Month: September 2015
Let’s stop attacking the work of a guy who keeps winning awards for his literary advocacy; in fact, let’s stop attacking people’s opinions altogether…
I read this blog post recently by someone who claimed he or she got into a literary “fight,” insinuating that he or she was insulted nearly to the point of instigating violence over a co-worker reading James Patterson.
No, intelligent, discerning reader with a sense of humor. No, I am not joking.
*insert incredulous look here* (on your behalf, dear reader)
The reason? Patterson doesn’t live up to this person’s literary standards because he does not write all of his books by himself, which, despite the fact that he credits his co-authors, is somehow a “scam.”
Like, didn’t I just talk about this issue of trying to shame other readers for not liking the “right” books or the books that you like? Yes. Yes, I did. But then I read this other blog post by someone else, and felt like I needed to talk about it some more. So, let’s discuss this other blog post a little bit.
First of all, since the author did not, in fact, engage in fisticuffs, he or she is probably not really that riled up. There are numerous instances in which literary proclivities have actually led to violence, including an incident in 2012 in the literary, educated college town of Ann Arbor. So, in this case….
Secondly, is having a co-author for your work a “scam?”
Merriam-Webster defines a scam as follows:
a dishonest way to make money by deceiving people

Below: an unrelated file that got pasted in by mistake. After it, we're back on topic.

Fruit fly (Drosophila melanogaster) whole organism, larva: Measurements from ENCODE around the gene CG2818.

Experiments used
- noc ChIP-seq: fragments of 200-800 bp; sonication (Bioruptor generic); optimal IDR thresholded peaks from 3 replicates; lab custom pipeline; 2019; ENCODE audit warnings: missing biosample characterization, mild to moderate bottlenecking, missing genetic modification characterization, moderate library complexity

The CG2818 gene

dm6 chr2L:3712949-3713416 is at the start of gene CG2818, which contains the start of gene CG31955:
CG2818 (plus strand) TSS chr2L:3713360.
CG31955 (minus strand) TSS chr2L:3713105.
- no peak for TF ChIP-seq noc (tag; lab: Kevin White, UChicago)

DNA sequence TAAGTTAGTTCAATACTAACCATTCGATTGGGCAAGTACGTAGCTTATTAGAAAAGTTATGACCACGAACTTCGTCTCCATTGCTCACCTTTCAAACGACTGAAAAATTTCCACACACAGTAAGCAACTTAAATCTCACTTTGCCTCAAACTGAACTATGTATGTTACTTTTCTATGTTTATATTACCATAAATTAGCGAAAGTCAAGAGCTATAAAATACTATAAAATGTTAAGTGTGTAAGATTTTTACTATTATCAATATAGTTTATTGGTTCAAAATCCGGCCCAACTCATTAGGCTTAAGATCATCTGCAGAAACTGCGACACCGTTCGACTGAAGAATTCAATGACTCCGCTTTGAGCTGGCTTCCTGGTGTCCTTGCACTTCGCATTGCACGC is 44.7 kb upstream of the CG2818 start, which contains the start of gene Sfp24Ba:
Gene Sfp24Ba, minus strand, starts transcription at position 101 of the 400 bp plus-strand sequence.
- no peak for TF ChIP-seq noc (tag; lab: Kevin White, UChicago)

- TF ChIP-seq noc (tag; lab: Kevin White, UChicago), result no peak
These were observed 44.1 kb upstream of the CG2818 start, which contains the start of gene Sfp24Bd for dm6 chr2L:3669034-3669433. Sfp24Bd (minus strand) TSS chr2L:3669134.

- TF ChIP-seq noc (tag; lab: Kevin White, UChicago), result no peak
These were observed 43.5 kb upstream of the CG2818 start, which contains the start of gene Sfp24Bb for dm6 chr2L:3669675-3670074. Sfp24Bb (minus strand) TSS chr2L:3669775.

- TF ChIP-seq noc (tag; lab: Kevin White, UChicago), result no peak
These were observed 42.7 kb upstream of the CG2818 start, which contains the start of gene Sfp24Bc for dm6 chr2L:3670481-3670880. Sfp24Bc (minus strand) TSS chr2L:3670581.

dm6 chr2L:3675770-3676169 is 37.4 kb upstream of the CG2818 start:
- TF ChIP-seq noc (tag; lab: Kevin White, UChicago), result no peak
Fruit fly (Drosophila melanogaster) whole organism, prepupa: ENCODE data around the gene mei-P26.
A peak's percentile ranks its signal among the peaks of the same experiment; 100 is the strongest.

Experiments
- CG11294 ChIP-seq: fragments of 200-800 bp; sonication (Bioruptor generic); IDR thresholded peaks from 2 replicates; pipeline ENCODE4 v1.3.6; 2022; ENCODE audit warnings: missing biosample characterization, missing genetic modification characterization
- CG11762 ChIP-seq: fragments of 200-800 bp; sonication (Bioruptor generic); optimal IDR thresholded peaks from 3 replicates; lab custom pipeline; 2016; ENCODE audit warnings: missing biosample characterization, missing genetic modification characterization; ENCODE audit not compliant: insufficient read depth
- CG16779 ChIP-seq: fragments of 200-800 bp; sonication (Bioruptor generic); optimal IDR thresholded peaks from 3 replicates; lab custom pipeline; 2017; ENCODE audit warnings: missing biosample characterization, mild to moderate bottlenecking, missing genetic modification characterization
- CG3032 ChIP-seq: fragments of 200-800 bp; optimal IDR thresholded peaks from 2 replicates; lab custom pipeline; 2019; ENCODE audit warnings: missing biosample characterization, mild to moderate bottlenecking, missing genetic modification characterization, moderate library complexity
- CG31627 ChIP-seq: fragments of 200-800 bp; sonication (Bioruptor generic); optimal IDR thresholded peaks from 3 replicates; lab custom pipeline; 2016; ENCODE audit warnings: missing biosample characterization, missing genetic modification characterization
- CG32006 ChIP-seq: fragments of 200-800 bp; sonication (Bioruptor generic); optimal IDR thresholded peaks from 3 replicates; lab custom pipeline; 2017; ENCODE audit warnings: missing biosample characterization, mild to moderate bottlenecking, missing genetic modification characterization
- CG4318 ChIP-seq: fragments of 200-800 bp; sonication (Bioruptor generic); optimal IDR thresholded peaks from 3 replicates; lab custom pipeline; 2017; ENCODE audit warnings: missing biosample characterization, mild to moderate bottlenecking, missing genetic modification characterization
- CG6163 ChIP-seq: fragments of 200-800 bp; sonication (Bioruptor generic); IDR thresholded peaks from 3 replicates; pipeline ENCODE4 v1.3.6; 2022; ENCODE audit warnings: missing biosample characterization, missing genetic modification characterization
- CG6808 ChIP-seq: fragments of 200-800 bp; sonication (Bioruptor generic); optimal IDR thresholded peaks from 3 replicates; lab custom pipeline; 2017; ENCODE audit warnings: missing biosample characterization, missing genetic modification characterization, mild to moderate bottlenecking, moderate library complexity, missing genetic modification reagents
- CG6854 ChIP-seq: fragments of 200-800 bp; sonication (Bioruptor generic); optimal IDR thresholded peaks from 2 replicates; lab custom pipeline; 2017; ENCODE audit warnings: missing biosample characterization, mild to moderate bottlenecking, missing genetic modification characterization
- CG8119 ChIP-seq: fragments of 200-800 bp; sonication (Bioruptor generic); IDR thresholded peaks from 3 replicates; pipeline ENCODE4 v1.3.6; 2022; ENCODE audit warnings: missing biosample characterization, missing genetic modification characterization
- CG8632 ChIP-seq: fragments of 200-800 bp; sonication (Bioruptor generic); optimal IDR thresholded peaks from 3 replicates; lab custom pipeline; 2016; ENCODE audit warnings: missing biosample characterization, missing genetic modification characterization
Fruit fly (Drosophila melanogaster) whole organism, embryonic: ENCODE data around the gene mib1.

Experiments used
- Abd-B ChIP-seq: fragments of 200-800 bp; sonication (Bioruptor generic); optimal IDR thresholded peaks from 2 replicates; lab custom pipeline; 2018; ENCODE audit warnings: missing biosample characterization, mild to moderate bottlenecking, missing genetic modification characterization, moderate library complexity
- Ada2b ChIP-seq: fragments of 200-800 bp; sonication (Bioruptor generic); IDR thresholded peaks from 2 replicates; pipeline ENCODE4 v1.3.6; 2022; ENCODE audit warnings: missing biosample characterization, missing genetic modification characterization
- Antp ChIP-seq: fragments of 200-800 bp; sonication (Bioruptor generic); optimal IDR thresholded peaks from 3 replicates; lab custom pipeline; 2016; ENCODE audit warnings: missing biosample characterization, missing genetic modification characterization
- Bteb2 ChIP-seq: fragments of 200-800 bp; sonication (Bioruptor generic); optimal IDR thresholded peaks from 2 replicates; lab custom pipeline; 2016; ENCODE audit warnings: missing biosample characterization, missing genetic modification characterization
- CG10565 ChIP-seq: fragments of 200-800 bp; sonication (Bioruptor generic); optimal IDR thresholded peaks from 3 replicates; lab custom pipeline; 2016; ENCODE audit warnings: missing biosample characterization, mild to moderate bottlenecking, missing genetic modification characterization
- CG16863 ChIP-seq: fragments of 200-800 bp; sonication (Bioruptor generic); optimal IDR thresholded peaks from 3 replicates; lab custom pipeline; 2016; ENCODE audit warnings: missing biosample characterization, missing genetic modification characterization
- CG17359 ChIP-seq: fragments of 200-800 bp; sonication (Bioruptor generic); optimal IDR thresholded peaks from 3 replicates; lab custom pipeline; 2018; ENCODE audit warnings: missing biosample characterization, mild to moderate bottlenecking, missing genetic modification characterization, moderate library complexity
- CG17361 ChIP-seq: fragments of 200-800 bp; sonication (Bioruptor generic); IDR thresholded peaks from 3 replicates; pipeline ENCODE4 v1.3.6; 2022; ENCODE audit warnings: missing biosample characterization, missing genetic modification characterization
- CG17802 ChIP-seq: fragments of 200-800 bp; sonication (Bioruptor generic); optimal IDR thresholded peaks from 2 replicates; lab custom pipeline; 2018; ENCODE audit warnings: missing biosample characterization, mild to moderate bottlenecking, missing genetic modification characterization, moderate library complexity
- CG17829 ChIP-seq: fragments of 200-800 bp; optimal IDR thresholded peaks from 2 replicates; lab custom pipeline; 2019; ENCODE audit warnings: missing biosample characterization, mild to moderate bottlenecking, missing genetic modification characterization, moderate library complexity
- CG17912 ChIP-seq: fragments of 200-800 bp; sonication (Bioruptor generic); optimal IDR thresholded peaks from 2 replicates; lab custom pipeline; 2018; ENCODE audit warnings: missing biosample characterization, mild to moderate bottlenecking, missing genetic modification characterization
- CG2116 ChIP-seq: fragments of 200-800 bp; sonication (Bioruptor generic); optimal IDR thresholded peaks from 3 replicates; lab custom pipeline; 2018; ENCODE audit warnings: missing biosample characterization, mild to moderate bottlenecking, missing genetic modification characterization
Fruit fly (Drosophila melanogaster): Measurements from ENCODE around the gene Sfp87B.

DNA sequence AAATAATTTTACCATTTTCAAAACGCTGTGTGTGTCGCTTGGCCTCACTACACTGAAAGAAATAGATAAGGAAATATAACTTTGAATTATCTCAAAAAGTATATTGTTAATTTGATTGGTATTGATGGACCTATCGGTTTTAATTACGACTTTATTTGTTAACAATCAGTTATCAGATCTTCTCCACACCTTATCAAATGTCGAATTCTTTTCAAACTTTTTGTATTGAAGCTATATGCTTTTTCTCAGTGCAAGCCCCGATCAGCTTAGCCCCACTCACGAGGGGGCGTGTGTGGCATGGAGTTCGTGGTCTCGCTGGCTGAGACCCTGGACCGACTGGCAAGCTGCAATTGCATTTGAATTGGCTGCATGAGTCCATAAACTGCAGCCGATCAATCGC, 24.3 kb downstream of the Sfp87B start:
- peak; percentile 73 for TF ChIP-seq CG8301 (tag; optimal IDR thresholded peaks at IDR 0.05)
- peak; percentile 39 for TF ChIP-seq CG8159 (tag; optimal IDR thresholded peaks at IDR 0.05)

Is it dishonest to write your work with another person, if you credit that person? I would argue that it is more of a “scam” to have a book ghostwritten; most of us know that if a book comes out with a celebrity name on the cover, it was probably actually written by someone else. Yet we often do not know who the ghostwriter is. Then again, ghostwriting can allow a writer to gain experience and, if done well, can lead to opportunities with the publishing industry.
Co-authoring books, on the other hand, is something that a lot of people have done. From Rachel Cohn and David Levithan to Dean Koontz and Kevin Anderson to anthologies, co-authoring is a fairly common practice. Co-authoring allows people to learn from and work with other authors whom they greatly admire. It allows the craft to be honed and refined, it allows work to be written and released more quickly, and it allows the often solitary work of writing to become something collaborative and not-solitary. Not to mention, there is a long literary history of co-authoring work.